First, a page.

Most people who donate used clothing believe that the final destination for their clothing is the racks of the Goodwill and Salvation Army, where it may find a second life. But thrift stores are often just the first stop on a circuitous international trip, says Adam Minter, author of Secondhand: Travels in the New Global Garage Sale.

“Only about a third of the items on the shelves of American thrift stores actually sell,” said Minter, who has a home in Malaysia but now lives in Minnesota. Thrift stores sell their surplus clothing to bulk clothing exporters, who then ship it around the world. “Clothing from Fremont, Calif., is sent by truck or rail to Houston, where it is sorted for shipments to Pakistan, India and Malaysia.” He said.

There, sellers can buy them cheaply and list them online. “You buy a bale, take it back to the store, break it open, and if you’re lucky, you might find some good designer clothes inside that didn’t make it to the jury.” Mississauga Thrift Shop and a sorting warehouse,” Minter said.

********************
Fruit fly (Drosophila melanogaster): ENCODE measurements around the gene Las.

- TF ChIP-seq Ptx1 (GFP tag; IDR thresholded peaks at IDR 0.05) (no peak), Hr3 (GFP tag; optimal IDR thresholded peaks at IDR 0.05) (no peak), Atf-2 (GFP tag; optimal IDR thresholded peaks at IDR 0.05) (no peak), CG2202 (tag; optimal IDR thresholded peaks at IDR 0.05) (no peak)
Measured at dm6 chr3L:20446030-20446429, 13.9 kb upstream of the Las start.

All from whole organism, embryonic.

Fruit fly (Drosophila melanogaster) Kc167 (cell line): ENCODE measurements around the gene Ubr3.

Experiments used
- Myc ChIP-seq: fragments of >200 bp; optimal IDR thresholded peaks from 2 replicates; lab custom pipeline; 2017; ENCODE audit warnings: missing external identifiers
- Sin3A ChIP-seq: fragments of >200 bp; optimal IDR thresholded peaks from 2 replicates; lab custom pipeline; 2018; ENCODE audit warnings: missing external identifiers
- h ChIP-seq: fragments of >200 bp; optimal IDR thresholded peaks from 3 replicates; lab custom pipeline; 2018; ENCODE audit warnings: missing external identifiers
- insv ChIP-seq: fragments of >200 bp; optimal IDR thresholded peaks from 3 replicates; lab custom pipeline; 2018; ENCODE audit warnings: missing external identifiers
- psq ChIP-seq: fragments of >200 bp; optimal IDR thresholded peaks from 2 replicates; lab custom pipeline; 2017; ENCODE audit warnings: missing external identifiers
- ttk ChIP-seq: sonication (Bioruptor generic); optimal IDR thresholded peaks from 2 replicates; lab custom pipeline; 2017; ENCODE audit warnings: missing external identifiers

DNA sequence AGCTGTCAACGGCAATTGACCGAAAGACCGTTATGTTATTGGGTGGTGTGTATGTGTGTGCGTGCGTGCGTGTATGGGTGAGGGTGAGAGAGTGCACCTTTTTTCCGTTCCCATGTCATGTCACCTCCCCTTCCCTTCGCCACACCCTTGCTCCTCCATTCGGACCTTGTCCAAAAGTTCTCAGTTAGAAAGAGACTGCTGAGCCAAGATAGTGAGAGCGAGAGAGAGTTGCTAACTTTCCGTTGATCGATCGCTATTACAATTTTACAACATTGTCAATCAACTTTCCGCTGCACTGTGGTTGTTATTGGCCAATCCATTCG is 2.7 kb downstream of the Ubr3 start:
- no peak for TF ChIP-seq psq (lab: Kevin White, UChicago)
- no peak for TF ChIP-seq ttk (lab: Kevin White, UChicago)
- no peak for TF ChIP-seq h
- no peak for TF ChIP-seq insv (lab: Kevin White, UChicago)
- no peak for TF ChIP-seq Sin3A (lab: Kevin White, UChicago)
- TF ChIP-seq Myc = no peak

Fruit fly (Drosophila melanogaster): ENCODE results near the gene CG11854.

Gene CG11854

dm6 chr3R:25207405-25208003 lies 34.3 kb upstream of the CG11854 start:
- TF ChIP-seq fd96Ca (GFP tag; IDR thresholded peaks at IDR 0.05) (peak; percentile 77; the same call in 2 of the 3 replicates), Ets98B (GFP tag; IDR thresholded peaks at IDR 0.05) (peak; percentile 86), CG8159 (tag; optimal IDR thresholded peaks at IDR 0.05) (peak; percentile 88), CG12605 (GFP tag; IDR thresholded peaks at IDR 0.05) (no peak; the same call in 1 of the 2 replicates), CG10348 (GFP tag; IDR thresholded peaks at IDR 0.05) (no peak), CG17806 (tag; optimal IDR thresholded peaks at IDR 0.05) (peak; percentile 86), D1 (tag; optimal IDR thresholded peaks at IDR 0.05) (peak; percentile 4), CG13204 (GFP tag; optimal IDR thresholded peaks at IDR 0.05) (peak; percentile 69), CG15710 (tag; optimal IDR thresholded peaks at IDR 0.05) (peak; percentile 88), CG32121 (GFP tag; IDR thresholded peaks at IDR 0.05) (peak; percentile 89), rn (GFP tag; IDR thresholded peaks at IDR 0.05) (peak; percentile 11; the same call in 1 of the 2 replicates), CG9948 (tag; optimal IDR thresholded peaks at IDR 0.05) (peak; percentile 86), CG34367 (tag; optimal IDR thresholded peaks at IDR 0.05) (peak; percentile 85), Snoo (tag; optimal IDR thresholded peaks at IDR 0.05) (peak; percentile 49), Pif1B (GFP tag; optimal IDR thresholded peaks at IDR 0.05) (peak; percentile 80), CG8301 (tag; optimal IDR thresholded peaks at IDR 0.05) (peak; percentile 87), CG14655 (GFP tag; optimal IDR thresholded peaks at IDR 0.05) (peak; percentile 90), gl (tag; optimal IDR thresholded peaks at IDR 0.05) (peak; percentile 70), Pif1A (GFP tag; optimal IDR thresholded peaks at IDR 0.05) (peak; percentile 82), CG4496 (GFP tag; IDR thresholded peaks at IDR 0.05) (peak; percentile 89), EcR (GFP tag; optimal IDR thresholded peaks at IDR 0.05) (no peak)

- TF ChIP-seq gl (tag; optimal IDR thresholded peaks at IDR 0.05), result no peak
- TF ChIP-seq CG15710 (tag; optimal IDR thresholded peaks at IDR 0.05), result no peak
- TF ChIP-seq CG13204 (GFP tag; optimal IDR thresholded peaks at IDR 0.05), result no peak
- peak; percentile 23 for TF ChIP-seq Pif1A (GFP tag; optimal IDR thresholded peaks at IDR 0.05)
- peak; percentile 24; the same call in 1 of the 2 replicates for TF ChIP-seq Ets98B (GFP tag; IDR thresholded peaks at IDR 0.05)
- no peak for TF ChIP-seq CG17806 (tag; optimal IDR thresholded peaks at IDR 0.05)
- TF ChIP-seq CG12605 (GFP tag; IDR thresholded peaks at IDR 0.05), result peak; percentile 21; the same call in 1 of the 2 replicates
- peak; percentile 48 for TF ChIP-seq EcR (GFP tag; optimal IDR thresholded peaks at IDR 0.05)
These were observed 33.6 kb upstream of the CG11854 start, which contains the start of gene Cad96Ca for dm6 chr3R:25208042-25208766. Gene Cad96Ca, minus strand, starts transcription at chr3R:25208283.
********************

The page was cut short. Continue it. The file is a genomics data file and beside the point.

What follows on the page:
These days, certain clothing items (for example, Nike hoodies) are made in factories in Taiwan or Bangladesh, sold to the United States, donated to Goodwill, packaged and shipped to Malaysia, and then sold on Etsy to the United States. You may. . This is simple arbitrage. Buyers in developed countries pay much more for well-known brands than in developing countries, where wholesalers typically sell large quantities of goods at prices per kilogram.

The United States was the largest exporter of used clothing in 2019, the latest year for which data is available, with total exports of $720 million, according to the Economic Complexity Observatory, which tracks international trade. The top importing countries were Ukraine ($203 million), Pakistan ($189 million), Ghana ($168 million) and Kenya ($165 million). Malaysia’s total imports were $105 million.

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